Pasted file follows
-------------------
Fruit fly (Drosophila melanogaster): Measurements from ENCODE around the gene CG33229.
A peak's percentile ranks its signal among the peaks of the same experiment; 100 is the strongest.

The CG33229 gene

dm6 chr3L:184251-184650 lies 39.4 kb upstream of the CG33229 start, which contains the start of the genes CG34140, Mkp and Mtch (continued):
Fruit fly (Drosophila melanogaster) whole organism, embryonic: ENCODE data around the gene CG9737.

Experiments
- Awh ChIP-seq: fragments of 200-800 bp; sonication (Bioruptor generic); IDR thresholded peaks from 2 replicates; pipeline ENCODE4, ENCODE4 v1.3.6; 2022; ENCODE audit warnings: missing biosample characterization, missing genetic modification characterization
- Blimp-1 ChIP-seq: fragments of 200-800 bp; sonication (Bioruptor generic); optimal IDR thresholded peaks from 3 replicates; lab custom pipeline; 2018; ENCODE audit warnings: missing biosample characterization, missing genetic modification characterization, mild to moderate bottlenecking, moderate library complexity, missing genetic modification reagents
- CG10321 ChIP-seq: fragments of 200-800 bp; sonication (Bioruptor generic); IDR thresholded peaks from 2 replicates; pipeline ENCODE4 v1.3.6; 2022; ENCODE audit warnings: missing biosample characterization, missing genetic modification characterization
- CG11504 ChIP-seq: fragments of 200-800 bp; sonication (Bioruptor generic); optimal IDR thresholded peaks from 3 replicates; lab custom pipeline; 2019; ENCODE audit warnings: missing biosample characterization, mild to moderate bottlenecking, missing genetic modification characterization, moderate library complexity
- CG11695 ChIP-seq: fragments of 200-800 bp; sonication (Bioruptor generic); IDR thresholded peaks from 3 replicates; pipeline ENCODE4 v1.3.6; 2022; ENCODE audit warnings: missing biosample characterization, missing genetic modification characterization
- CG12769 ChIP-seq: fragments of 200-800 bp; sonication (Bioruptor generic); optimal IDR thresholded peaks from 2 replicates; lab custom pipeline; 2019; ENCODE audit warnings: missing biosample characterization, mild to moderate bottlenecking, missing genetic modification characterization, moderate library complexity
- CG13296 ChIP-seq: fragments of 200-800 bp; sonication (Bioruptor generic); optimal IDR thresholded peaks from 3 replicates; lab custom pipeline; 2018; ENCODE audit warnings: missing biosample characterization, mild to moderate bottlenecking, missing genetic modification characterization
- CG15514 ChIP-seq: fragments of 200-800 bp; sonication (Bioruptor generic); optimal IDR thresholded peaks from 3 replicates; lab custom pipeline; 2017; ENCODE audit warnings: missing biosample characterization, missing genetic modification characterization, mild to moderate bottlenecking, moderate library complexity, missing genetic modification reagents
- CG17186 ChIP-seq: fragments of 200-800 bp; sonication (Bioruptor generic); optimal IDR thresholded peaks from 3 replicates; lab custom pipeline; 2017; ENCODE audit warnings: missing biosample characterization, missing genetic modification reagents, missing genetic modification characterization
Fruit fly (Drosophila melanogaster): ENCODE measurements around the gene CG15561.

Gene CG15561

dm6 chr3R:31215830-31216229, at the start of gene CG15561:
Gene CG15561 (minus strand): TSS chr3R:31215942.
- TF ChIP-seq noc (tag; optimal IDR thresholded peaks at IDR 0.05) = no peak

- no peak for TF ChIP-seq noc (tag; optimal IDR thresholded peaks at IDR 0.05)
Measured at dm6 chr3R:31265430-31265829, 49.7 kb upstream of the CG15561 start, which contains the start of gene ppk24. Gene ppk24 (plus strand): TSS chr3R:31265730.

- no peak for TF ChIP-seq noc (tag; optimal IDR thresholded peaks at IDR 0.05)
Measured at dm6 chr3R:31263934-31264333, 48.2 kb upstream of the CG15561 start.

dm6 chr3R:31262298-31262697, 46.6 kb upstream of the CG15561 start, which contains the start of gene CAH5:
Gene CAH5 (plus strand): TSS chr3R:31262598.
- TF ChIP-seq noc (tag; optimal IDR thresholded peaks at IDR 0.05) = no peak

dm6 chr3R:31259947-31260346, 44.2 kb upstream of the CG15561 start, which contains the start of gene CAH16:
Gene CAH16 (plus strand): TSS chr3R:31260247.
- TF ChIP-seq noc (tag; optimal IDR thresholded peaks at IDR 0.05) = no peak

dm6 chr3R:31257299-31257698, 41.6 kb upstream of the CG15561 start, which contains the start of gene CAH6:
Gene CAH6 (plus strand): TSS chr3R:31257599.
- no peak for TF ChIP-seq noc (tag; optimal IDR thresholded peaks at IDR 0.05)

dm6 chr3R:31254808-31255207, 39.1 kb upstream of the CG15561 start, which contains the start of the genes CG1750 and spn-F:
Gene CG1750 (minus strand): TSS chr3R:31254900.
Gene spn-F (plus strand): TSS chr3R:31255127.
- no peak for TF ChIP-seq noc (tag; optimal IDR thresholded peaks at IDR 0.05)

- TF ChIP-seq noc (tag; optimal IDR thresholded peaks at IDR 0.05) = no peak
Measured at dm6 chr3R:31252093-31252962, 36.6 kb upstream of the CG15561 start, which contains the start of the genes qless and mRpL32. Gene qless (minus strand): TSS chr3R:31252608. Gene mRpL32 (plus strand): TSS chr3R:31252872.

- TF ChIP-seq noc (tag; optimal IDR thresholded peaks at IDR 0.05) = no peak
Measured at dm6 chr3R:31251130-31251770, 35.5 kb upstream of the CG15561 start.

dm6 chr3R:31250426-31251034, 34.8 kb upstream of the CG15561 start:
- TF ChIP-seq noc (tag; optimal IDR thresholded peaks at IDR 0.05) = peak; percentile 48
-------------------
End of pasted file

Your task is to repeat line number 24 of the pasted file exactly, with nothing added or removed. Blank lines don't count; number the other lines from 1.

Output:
Measured at dm6 chr3R:31263934-31264333, 48.2 kb upstream of the CG15561 start.